Yep, I think you are gonna have a hard time unit testing this monster.

Have you come across a bigger monstrosity? If so, leave a comment!

New High Score!

I was working with a new codebase today and I was working on wrapping some unit tests around a section of code in a class. While working, I realized I had come across the BIGGEST class I have ever seen in my life. So big in fact that Visual Studio’s IntelliSense was lagging.

For the record, I did not write this code. Unlike some developers, I know what the Single Responsibility Principle is…and I use it! #solid #softwaredevelopment #youaredoingitwrong

Without any further ado, here is a picture of the new high score!

Have you worked on a codebase that has a class bigger than 40,675 lines? If so, post a comment.

What Is Your Philosophy on Unit Testing?

The purpose behind unit testing is to help ensure the code you have written performs as expected. The running of unit tests can be more effective when it is automated on a developers machine and as part of your CI/CD pipeline. Automated unit tests can also take the load off of limited QA resources by letting them focus on higher level testing (i.e. integration testing, regression testing, and acceptance testing).

Nowadays, when I’m handed a new code base to work on, I treat it as suspect. I have no idea if the code base will even run. If it does run, how do I know that it runs correctly? Unit tests will help me determine what shape the code base is in.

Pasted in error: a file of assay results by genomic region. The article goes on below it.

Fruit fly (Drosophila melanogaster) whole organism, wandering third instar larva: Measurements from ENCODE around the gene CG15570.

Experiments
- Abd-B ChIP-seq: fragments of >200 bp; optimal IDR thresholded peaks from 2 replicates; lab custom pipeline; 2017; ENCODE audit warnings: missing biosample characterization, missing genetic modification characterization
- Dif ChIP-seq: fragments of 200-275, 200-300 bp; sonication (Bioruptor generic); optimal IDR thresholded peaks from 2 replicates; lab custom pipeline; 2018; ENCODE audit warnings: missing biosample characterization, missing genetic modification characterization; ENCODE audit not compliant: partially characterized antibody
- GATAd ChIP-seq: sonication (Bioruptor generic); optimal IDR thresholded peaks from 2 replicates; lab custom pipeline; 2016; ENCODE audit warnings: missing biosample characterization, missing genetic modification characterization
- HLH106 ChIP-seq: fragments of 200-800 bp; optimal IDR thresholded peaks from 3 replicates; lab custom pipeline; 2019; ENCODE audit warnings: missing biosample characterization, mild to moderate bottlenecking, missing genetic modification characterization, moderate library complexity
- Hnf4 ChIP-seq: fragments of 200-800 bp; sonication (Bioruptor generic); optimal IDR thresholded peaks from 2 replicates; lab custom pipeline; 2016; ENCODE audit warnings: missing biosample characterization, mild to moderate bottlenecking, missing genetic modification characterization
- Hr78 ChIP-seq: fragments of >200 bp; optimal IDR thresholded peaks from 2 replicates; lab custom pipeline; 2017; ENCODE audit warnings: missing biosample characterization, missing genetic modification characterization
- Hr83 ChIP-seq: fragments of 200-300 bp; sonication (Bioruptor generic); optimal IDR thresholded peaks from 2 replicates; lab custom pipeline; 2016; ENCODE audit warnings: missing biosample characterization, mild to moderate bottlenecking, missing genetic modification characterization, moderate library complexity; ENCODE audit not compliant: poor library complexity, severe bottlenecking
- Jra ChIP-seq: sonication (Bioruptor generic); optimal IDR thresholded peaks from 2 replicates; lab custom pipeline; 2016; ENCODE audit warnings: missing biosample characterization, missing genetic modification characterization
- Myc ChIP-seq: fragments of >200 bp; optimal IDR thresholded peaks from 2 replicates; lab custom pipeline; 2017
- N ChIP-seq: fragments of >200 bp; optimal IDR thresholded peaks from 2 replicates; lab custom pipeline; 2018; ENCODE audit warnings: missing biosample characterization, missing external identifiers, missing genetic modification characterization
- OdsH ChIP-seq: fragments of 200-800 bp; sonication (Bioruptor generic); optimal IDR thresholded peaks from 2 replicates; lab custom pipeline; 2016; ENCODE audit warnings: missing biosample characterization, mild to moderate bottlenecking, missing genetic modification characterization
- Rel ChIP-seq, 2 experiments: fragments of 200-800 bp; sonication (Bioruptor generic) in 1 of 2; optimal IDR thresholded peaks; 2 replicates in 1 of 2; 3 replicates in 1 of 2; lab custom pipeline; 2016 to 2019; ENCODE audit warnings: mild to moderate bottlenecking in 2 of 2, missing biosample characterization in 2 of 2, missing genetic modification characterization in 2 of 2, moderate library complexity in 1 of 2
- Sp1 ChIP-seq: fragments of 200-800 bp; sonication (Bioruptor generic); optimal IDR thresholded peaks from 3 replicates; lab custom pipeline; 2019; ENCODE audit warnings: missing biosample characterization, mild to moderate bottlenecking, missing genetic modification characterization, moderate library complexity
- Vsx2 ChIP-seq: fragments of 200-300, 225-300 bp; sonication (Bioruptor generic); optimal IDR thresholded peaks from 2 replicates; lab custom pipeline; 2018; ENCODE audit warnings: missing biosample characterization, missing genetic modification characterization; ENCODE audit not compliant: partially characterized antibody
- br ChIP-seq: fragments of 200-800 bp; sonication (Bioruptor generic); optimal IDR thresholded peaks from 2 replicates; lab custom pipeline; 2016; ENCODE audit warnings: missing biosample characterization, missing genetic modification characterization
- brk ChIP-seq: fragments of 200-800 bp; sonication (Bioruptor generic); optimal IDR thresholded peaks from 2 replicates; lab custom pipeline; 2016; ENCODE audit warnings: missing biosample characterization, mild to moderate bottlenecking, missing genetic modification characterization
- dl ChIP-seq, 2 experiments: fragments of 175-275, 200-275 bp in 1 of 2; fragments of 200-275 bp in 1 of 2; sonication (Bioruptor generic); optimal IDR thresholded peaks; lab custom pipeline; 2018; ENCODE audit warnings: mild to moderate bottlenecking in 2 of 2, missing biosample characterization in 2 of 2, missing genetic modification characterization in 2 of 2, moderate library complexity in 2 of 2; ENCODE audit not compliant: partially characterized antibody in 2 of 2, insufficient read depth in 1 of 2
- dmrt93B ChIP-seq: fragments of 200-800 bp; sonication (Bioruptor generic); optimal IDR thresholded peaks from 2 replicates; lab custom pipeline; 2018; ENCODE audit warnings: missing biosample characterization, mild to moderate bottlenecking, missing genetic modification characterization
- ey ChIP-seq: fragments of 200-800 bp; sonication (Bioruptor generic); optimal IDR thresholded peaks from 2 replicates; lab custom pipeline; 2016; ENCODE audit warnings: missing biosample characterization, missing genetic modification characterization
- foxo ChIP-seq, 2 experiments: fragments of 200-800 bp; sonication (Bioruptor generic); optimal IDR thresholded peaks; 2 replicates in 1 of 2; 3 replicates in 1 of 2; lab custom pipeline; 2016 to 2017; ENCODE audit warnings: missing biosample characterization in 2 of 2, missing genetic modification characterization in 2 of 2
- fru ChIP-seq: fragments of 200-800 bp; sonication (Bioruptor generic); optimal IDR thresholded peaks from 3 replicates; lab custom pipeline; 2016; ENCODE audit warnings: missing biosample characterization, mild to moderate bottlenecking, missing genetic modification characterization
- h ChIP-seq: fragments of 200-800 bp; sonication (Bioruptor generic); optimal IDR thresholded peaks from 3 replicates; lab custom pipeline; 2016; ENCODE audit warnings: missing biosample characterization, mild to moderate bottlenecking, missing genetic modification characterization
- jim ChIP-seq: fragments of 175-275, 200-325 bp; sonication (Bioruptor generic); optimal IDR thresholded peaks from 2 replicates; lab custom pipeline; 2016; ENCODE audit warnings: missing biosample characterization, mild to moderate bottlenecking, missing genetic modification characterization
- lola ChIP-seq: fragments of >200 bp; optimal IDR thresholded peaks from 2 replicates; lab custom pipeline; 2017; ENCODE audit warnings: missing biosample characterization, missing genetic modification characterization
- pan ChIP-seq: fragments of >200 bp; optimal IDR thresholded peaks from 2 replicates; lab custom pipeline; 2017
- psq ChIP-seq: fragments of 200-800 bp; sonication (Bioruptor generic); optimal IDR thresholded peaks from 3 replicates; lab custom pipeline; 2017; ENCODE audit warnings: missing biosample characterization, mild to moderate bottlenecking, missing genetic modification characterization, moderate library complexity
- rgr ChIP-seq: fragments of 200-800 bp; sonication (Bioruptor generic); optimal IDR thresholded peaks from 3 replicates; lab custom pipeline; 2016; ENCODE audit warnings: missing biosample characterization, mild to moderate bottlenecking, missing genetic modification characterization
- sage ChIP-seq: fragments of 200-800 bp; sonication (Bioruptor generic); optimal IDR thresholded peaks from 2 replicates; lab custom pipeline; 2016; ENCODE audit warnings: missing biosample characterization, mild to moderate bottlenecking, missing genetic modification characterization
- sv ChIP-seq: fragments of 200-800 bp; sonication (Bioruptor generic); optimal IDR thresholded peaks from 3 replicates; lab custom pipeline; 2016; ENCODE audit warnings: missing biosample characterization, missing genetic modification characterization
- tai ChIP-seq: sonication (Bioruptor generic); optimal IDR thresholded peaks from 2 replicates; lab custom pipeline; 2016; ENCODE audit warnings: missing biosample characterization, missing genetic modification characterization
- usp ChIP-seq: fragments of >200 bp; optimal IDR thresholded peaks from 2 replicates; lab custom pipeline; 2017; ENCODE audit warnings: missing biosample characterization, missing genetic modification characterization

In general, I follow the red-green-refactor approach when writing unit tests. I write my tests in this order typically:

  1. Cover the happy paths through the code you are testing.
  2. Cover the upper and lower ends of inputs to your code.
  3. Cover any know edge cases known at the time.
  4. As a follow on to this process, if and when bugs are reported against code that I’m maintaining, I can then write a unit test to reproduce the bug and it will also tell me when it is fixed satisfactorily.

What unit testing framework do you like the best and why?


xUnit.net hands down. xUnit.net requires fewer attributes to set your tests up (i.e. Fact and Theory). Another feature I think is neat is using a class’s constructor (w/o any attributes) as a setup method for your unit tests. This is great because it follows the way classes work naturally.